Carole James and Andrew Weaver speak to the changes in the speculation tax at the B.C. Legislature. (Arnold Lim/Black Press)

Following legislative process key to cross-party amendments: Andrew Weaver

Green party leader Andrew Weaver on working with Liberals, Uber, speculation tax

The trick to governing down the middle is not trying to please everyone, Andrew Weaver said during a year-end interview with Black Press Media and the Oak Bay News.

The leader of the BC Green Party plays a key role in keeping the minority NDP government afloat, something which he calls the balance of responsibility. This is in addition to acting as the MLA for Oak Bay-Gordon Head. He believes the few times where he’s had to balance those roles, he’s done well.

“This is why it’s ‘responsibility,’” rather than balance of power, Weaver said. “The issue with the speculation tax, it was one where there were a diversity of views. This affected Oak Bay, and it also affected the broader province. I was very careful in trying to determine what was in my ridings’ best interest versus broader British Columbia’s best interest on that — I think we came to a good place through amendments and negotiations to something that I can truly say is OK for both.”

READ MORE: Weaving between giants: BC Green leader talks CleanBC to LNG

Three Green amendments made it into the speculation and vacancy tax. They require that mayors be part of an annual review process with the Minister of Finance, that revenue raised by the tax will be used for housing initiatives within the region it came from, and finally they equalized rates for Canadians and British Columbians at 0.5 per cent.

Just before Bill 45’s second reading, the government made legislative drafters available to all parties.

“In order for us to improve amendments, you have to ensure that they’re actually written in a legal fashion. What legislative drafters do is they take the ideas of your legislation and they put them forward into a legal document that you can actually introduce, and if it were to pass it would actually make sense legally,” Weaver said.

Weaver says that following that process is key to being able to work across parties. That’s why he voted against a Liberal push to bring ride sharing sooner than the governments bill, despite his own disappointment in how long the overall process has taken.

READ MORE: It takes forever: Weaver on derelict boats

“The Liberals were playing nothing but a political stunt and a political game,” he said. “The B.C. Liberals choose to play games and not use the legislative drafters. We cannot support any B.C. Liberal amendment that actually has not gone through legislative drafters because it would be irresponsible for us.”

Weaver estimates to have spent hundreds of hours attempting to bring ride-hailing into B.C. over the last four years, and he’s content with how the file has turned out so far.

“The amendments that my colleague Adam Olsen got through were critical,” Weaver said in reference to giving the Passenger Transportation Board more flexibility to approve licenses.

“Yes, we were actually working with Lyft and Uber to know exactly what was needed to bring ride hailing here. Have a look at the fact that Uber is now advertising on the radio in British Columbia, and Lyft just took over centre ice in Vancouver. That’s got nothing to do with Liberal amendments.”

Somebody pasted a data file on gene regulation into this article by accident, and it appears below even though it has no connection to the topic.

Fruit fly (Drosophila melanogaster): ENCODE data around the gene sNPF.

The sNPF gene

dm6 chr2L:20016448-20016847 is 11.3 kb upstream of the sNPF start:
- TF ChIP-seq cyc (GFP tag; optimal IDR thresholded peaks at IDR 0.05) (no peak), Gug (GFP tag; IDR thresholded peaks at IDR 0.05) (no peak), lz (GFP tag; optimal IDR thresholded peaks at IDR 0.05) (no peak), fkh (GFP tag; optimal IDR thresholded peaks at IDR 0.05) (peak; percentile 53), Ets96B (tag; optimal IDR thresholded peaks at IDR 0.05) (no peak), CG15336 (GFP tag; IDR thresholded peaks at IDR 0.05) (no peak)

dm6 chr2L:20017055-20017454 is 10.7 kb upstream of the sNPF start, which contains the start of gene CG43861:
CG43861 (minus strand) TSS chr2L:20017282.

jesse.laufer@oakbaynews.com

Like us on Facebook and follow us on Twitter

Just Posted

Sooke’s First Nations have Iroquois links

References to the proud Iroquois race tend to make one think of… Continue reading

Mad Hatter’s Ball offers laughs in support of Boys and Girls Club

Annual fundraising event features improv performances at McPherson Playhouse May 24

Carbon dioxide at highest levels for over 2.5 million years, expert warns of 100 years of disruption

CO2 levels rising rapidly, now higher than at any point in humanity’s history

SidFest 7 ready to rock the Mary Winspear Centre

The Bankes Brothers and Madrona Drive headlining May 24 concert

Penelakut filmmaker Steve Sxwithul’txw finds success in film and TV

Cop-turned-storyteller reaches back to his past for Tribal Police Files

Kelowna RCMP interrogation video brings home reality in ‘visceral way’: former TRC chairman

Video of Mountie interrogating young Indigenous woman disclosing sexual abuse under fire

Canadian killed in Honduras plane crash

The crash happened in the Roatan Islands area, according to officials

B.C. ferry stops to let black bear swim past near Nanaimo

Queen of Oak Bay brakes for wildlife in Nanaimo’s Departure Bay

Mother dead, child in critical condition after carbon monoxide poisoning at Shuswap campground

The woman was found unresponsive insider her tent and the youth was taken via air ambulance to hospital

Canada’s parole officers say correctional system has reached breaking point

About half of Canada’s federal parole officers work inside penitentiaries and correctional institutions

Montreal researchers create audible hockey puck for visually impaired players

Three years ago, Gilles Ouellet came up with the idea for a puck that makes a continuous sound

Vancouver Island MusicFest: ‘House bands’ from the golden age of rock and R&B

Some of America’s greatest session musicians are coming to the Comox Valley this summer

Former B.C. Greyhound bus drivers head to Penticton for goodbye party

Big bash runs until Sunday, funded by drink cans left behind on busses over the years

Boy, 12, arrested after allegedly pulling a knife on another child at a Surrey park

The child was later released into his parents’ custody as Surrey RCMP continue their investigation

Most Read